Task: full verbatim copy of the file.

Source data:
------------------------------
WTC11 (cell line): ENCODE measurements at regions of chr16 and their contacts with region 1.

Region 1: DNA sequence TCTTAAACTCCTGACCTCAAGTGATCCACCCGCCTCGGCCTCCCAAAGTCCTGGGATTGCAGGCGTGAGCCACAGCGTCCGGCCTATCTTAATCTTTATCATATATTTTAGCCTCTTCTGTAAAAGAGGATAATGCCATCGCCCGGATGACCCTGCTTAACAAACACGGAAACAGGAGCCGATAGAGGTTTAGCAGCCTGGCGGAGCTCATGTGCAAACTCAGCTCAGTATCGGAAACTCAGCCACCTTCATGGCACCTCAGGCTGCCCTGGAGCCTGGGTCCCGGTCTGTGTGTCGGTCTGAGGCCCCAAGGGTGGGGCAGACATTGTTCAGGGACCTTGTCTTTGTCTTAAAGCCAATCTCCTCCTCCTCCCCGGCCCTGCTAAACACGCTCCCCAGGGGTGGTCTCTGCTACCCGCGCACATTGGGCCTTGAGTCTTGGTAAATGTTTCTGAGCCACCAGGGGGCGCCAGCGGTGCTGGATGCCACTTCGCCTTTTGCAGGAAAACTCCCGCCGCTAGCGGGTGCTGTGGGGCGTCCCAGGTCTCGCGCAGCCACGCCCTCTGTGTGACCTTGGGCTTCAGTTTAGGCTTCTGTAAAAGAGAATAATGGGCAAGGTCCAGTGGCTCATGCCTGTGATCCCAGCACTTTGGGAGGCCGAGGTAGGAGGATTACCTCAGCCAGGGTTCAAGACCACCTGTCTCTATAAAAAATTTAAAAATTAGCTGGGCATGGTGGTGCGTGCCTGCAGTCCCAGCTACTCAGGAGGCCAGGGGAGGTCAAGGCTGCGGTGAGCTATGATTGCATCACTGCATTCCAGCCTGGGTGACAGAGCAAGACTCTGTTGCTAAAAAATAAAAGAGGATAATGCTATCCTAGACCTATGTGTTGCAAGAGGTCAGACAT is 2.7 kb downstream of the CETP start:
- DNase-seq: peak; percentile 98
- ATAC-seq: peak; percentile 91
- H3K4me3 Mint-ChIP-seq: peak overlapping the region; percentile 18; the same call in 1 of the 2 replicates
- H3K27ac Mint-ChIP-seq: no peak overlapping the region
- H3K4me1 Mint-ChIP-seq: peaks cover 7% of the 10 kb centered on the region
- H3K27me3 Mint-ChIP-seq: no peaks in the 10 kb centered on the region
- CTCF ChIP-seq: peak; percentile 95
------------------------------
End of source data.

WTC11 (cell line): ENCODE measurements at regions of chr16 and their contacts with region 1.

Region 1: DNA sequence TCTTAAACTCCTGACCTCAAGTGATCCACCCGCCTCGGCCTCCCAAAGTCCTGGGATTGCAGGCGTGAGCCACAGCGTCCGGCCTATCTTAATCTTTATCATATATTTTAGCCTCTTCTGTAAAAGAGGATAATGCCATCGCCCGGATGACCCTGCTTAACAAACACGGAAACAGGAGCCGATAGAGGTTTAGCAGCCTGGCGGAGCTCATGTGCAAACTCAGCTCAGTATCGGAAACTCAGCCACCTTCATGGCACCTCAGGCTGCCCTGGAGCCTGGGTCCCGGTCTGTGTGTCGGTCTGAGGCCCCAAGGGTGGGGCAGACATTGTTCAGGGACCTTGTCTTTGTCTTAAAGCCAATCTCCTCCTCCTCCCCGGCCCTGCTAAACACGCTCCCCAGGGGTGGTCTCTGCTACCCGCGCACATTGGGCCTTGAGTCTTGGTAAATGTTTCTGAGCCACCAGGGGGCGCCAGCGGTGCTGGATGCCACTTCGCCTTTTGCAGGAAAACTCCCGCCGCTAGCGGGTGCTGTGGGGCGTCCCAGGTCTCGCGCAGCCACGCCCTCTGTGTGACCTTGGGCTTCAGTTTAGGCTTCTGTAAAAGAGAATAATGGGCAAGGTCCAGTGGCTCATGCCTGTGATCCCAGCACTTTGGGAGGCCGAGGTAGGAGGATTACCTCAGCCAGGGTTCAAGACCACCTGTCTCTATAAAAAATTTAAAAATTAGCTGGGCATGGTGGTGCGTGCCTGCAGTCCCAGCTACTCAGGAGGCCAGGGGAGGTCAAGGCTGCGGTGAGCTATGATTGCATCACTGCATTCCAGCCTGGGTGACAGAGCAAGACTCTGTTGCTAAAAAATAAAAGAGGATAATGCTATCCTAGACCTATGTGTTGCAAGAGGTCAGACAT is 2.7 kb downstream of the CETP start:
- DNase-seq: peak; percentile 98
- ATAC-seq: peak; percentile 91
- H3K4me3 Mint-ChIP-seq: peak overlapping the region; percentile 18; the same call in 1 of the 2 replicates
- H3K27ac Mint-ChIP-seq: no peak overlapping the region
- H3K4me1 Mint-ChIP-seq: peaks cover 7% of the 10 kb centered on the region
- H3K27me3 Mint-ChIP-seq: no peaks in the 10 kb centered on the region
- CTCF ChIP-seq: peak; percentile 95